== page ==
How To Really Travel Light (and Lightly on the Earth)

How To Really Travel Light (and Lightly on the Earth)

Adele Peters
Jul 26, 2010

If you're flying this summer, you can keep your carbon footprint down by packing less stuff. We're firm believers in traveling with no more than a carry-on bag whenever possible, anyway; it's much easier to lug up and down subways and through airports, not to mention comforting to know the airlines can't lose your luggage or charge you more for extra bags. By making sure your bag weighs as little as possible, you'll help cut down on the amount of fuel used on the flight. American Airlines says that every pound shed from the plane saves 14,000 gallons of fuel over a year. Read on for our tips on packing light.

1. Start with the right bag. If you have a bigger bag, you'll tend to fill it up (just like apartments tend to fill up no matter their size, and no matter how little you started out with). Pick a bag that's just big enough to hold what you need. Since you'll be carrying it on, it doesn't have to be as strong as something that would go through luggage handling, and it can be much more lightweight. Check out some options in our roundup of eco-friendly luggage.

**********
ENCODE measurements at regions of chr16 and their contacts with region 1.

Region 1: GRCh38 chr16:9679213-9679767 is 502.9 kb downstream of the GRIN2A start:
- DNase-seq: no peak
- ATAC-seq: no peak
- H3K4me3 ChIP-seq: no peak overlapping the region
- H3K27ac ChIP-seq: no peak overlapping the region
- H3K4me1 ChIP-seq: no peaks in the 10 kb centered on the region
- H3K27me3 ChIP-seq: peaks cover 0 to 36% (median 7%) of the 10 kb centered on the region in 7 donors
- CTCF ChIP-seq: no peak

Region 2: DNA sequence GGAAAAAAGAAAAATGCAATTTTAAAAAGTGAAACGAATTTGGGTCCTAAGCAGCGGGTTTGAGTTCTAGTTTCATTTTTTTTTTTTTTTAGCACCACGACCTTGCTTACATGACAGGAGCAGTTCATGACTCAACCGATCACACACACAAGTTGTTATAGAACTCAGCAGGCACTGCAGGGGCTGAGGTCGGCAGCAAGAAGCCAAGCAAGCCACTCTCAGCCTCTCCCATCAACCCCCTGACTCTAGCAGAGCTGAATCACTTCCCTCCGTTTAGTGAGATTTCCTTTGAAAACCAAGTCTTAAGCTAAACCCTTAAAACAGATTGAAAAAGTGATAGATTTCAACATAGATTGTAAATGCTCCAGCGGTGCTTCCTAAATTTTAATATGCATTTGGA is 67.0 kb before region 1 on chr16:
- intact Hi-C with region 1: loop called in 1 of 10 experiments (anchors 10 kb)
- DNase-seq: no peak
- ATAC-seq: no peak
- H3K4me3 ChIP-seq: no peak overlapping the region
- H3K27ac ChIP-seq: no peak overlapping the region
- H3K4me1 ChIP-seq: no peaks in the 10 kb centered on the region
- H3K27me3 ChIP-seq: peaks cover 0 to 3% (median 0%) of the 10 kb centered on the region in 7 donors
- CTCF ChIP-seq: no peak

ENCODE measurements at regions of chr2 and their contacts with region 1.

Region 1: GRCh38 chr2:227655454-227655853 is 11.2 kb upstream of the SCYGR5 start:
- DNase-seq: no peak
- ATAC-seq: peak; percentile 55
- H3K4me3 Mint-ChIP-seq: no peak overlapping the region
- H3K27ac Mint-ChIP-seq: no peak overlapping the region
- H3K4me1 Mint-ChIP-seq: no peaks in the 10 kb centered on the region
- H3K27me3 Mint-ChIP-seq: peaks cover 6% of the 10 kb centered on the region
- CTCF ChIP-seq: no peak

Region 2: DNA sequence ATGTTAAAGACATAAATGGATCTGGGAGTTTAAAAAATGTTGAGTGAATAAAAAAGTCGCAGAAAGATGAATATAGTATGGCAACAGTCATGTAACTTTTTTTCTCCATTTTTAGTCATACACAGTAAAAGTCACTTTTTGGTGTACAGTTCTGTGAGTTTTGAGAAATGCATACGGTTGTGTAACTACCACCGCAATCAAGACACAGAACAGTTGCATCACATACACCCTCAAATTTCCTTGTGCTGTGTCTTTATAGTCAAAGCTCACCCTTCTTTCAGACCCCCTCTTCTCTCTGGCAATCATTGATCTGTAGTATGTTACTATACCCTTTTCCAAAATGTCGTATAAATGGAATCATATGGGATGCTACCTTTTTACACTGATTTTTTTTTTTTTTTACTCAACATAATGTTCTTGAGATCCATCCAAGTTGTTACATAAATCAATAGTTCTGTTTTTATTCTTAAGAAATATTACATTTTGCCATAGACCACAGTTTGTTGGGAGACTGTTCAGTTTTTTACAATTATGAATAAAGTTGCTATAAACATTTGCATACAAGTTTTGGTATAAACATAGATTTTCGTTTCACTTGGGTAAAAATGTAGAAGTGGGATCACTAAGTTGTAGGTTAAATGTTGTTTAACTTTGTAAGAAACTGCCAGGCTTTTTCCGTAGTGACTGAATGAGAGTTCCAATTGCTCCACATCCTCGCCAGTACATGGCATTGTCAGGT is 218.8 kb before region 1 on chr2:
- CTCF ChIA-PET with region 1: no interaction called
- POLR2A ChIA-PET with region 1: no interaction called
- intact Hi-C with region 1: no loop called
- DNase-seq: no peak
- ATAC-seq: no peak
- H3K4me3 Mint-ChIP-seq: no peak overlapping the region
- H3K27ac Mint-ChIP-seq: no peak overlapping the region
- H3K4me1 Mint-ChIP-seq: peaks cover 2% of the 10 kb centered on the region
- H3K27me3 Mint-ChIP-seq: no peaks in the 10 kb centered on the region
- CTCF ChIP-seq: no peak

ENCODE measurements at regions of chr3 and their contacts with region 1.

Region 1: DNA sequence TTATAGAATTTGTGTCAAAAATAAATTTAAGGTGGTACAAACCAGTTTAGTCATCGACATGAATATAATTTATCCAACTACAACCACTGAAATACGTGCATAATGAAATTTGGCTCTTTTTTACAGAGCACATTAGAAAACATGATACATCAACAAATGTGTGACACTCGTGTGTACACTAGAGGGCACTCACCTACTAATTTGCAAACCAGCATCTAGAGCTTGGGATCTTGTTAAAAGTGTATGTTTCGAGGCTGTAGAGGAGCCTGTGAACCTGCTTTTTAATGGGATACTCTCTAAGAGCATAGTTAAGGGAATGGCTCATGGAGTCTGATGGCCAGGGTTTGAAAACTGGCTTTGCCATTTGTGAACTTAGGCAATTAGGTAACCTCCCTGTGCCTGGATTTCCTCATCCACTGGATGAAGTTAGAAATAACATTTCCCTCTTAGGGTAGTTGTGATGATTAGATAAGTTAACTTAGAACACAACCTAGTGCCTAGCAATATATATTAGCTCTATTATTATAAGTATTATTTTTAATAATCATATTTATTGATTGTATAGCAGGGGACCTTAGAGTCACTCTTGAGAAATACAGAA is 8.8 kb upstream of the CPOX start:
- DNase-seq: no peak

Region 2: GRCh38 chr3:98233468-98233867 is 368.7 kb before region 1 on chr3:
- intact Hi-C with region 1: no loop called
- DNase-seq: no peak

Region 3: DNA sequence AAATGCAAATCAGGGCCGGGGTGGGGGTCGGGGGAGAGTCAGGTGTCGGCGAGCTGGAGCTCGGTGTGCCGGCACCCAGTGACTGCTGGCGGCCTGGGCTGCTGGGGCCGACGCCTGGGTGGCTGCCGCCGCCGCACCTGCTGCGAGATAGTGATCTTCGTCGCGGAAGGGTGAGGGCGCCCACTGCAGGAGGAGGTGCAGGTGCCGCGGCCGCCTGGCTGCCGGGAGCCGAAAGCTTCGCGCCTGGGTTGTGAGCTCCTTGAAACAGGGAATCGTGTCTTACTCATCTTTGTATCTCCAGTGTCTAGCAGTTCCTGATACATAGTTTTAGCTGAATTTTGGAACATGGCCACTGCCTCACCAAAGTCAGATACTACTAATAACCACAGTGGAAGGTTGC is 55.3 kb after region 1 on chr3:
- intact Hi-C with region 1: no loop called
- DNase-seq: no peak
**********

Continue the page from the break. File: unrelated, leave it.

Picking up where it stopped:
2. Bring things that can serve multiple purposes. If your smartphone can check email, leave the laptop behind (or just forget about email); if it takes decent photos, consider leaving the camera behind, too. If you use a mild shampoo, it can double as body wash, cutting down on an extra bottle. Bring a pair of shoes that will work in any situation you plan to encounter.
3. Plan to wear clothes multiple times. Of course, the amount of clothes you'll need will depend on the length of your trip and the different kinds of weather you're expecting. But it's entirely possible to bring lightweight, quick-drying clothes that can easily be washed in the sink at night and worn again the next day. Check out ExOfficio's undies, for example: "17 countries. Six weeks. One pair of underwear." Possibly a little extreme, but a good demonstration that you don't technically need to bring that much along. If the weather's good for wearing jeans, consider just wearing one pair the whole time; good denim isn't really supposed to be washed, anyway, so it's fine to just keep wearing it over and over.
4. Plan in advance what you can get at your destination. If you're staying at a hotel, call to see if they'll have toiletries beyond the standard shampoo and soap. If you want a hairdryer, check on that. If you're staying with friends, think about what you might be able to borrow. For longer stays in one place, plan to stop in a store when you get there to pick up the things you'll be using there.

What are your favorite ways to travel light? Let us know in the comments.

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